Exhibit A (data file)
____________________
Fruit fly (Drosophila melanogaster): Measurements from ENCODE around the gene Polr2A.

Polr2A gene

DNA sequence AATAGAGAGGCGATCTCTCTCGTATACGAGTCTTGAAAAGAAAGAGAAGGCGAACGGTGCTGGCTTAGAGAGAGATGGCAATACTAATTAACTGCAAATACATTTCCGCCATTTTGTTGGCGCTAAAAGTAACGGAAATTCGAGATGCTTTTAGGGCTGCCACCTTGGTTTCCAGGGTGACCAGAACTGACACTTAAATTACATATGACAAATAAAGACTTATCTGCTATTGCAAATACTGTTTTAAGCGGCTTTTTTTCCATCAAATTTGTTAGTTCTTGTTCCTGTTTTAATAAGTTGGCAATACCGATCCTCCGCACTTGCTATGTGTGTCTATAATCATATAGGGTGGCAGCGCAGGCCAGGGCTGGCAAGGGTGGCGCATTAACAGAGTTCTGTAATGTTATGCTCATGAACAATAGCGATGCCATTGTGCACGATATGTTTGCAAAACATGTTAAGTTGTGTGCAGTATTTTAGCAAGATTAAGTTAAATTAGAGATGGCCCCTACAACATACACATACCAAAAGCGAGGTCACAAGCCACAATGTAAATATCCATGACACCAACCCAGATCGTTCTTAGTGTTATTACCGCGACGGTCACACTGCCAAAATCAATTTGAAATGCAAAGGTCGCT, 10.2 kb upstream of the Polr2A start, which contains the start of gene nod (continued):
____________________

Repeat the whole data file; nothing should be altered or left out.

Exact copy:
Fruit fly (Drosophila melanogaster): Measurements from ENCODE around the gene Polr2A.

Polr2A gene

DNA sequence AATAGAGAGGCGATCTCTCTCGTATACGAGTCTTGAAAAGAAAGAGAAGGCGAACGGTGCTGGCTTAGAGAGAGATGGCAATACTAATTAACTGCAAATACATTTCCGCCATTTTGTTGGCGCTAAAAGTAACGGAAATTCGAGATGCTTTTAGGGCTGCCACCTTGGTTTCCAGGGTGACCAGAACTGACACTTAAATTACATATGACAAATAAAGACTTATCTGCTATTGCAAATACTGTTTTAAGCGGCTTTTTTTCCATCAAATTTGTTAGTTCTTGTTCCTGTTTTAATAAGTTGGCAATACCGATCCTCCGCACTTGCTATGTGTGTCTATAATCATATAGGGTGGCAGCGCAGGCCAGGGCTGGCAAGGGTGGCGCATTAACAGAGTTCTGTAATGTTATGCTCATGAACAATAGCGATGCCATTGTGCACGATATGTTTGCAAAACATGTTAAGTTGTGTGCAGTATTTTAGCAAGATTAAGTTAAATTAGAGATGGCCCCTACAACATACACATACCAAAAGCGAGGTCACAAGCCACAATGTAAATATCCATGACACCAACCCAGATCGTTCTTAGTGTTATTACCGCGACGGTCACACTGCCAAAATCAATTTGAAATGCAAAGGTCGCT, 10.2 kb upstream of the Polr2A start, which contains the start of gene nod (continued):